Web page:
Have you ever looked through a quilt magazine and wondered why your quilts don’t have that extra something like the ones on the magazine pages? The odds are pretty good that the quilter broke one of the hard-and-fast rules of quilt design. We’re taught to follow the rules while we’re growing up, so our eye naturally gravitates to designs outside the norm. If your quilts are looking a bit too boring and basic, use one of these techniques to flip the design around and create some design interest.
Sometimes Mistakes Aren’t
If you make a mistake when sewing a block together, don’t be too quick to grab the seam ripper. If it’s just a matter of using the wrong fabric, and not a truly wobbly seam, keep that block the way it is and see how it looks with the rest of the batch. You might find a pattern you want to use more than once.
Related video: How to Choose a Quilting Fabric
Stop Using Boring Backgrounds
How many quilts have you seen with patterned designs on white backgrounds? Look at some Amish quilts, and the background is a solid black. White (or cream) and black are just about all you see when it comes to quilt backgrounds. What if you used a delicious raspberry color for a background? How about a regal purple? If you’re not feeling quite so bold, why not use icy hues of mint or gray-blue?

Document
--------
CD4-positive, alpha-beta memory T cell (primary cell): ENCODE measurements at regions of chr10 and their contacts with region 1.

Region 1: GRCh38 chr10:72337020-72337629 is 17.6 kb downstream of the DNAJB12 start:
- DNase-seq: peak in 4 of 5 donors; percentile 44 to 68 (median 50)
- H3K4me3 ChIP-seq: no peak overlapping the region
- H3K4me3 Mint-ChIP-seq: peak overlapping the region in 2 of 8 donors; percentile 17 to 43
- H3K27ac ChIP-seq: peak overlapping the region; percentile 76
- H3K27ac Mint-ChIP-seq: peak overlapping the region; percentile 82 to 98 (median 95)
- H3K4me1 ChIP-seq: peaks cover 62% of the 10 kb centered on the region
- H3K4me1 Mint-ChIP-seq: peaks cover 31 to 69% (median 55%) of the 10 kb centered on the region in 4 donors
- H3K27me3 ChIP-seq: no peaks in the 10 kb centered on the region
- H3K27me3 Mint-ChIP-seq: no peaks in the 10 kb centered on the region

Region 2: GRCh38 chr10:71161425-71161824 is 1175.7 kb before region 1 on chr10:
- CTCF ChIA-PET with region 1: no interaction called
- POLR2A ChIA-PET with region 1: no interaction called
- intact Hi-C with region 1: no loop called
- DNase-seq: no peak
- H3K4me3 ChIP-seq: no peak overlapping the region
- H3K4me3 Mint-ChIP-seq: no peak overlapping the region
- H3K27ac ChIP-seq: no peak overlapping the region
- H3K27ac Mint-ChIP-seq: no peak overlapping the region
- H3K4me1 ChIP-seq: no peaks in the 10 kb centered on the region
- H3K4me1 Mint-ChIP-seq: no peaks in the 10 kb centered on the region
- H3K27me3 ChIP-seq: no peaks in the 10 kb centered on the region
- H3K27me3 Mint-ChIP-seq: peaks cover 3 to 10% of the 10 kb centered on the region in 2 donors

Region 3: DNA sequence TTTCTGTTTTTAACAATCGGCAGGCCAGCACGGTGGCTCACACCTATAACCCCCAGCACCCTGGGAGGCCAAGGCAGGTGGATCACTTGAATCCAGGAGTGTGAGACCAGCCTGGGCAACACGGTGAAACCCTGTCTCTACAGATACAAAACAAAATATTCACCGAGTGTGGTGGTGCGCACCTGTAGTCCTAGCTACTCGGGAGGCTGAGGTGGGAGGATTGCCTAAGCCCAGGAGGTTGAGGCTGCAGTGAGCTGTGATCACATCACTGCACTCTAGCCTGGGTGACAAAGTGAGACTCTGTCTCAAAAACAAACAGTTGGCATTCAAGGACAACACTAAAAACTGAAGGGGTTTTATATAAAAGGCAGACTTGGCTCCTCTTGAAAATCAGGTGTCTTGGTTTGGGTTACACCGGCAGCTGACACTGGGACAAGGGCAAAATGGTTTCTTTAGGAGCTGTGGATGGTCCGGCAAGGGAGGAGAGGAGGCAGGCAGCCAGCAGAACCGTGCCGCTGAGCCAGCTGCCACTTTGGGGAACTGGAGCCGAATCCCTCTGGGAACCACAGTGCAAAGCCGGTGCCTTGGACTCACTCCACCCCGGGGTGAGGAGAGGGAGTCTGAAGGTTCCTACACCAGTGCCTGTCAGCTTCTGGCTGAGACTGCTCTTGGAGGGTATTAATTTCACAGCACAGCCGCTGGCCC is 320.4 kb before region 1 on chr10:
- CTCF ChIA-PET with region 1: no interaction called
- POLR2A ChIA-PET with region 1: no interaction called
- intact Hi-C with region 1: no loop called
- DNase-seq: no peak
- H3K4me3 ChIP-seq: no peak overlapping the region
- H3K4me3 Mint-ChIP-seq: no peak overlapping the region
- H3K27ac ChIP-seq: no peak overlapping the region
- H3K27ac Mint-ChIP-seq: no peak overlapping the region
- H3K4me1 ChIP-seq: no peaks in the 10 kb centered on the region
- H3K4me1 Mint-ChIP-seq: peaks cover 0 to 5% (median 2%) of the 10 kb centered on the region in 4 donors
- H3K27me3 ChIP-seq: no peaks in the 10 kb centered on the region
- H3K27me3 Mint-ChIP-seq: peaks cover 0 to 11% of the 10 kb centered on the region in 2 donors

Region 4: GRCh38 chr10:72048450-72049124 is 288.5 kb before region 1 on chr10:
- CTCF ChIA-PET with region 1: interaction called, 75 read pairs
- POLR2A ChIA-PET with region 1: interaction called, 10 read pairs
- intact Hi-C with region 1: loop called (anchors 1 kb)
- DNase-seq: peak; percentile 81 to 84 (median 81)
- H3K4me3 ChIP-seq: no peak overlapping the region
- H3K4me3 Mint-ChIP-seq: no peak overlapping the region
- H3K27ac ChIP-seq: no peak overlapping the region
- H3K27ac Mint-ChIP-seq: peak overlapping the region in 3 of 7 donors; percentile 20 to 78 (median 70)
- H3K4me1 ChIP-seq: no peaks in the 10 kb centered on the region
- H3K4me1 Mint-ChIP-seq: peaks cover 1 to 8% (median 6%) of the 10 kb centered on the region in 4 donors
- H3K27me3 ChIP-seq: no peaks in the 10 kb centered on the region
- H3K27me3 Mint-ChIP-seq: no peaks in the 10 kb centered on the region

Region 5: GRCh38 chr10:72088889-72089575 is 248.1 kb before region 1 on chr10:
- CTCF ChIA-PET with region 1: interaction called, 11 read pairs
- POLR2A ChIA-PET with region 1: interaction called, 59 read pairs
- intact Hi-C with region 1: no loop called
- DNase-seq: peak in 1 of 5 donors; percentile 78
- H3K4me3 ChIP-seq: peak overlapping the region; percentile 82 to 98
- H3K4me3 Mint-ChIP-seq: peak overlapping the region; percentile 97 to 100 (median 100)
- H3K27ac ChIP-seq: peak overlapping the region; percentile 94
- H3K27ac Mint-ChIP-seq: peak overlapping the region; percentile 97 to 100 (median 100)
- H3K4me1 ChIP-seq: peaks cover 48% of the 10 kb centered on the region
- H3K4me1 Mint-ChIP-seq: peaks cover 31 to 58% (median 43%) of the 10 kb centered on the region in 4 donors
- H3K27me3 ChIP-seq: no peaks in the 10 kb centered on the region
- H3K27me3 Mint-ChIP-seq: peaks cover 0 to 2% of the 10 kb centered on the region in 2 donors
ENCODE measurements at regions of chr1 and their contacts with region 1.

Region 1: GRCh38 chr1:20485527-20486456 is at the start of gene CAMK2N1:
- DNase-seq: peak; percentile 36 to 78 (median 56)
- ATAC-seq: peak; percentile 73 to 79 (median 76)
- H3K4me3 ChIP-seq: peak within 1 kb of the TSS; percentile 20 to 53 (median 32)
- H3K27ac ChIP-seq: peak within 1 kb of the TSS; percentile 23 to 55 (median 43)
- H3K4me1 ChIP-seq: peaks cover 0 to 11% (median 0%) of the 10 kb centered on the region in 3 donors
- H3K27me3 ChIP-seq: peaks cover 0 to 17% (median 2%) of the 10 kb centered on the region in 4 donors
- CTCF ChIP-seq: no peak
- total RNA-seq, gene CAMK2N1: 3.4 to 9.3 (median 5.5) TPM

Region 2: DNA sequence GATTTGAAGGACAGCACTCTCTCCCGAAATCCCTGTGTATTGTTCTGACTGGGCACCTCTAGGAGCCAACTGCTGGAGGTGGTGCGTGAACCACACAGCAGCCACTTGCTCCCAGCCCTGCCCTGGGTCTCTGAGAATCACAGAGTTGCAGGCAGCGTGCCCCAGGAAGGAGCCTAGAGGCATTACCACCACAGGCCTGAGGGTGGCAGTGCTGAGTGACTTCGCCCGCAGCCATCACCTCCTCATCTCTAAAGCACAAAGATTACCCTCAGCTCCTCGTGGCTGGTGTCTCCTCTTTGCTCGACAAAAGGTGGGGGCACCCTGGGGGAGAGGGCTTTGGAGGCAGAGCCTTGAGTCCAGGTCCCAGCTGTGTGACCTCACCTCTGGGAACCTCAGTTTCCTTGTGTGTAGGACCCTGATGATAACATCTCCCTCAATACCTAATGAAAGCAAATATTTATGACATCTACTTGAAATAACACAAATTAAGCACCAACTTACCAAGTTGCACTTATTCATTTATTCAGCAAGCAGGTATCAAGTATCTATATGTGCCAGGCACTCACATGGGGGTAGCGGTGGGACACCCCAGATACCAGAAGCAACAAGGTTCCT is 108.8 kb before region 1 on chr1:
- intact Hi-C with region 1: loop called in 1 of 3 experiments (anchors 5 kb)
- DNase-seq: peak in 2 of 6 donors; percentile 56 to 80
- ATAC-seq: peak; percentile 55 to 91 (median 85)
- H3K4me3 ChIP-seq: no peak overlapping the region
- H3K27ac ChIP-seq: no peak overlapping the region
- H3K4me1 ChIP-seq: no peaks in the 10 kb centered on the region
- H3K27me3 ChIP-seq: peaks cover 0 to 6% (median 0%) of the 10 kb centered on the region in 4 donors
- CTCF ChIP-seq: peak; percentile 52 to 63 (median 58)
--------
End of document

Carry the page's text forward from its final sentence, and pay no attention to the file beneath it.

Related video: Choosing Between Black and White Quilt Backgrounds
Use Unexpected Fabrics
Some quilt patterns just lend themselves to certain types of fabric. Think of a log cabin quilt and you see plaids or small flowered designs. Wedding ring quilts are mostly made of fabric with small prints like those created during the Great Depression. Shake up your quilt top by using a fabric no one would ordinarily choose to put there. How about a Baltimore Album quilt made of neon colored fabrics? A Dresden Plate with bright batiks? Do your next gift baby quilt in black and white fabrics with primary colored ribbons. Just look at what’s usually done, then turn it on its head.
Related video: Composing Your Quilt Design
Skip the Borders
Sure, a border is like a picture frame. But have you looked at a photograph lately? They don’t have borders anymore, either! Run your pattern all the way to the edge, then put a matching or contrasting binding all the way around. Obviously this only works for quilts with allover designs. Or does it? It’s your quilt; it’s up to you to decide.
Related video: Fun Quilt Border Ideas
If you’re making an intricate quilt for a show with a book full of rules, you might want to follow the regulations and make a traditional piece. But not always. The most striking quilts around were created by quilters deciding to do what they wanted instead of what everyone else was doing.
The quilt police are a myth. You can do whatever you want, then tell everyone it’s an intentional design element. As long as you like it, it’s the right move for your quilt.
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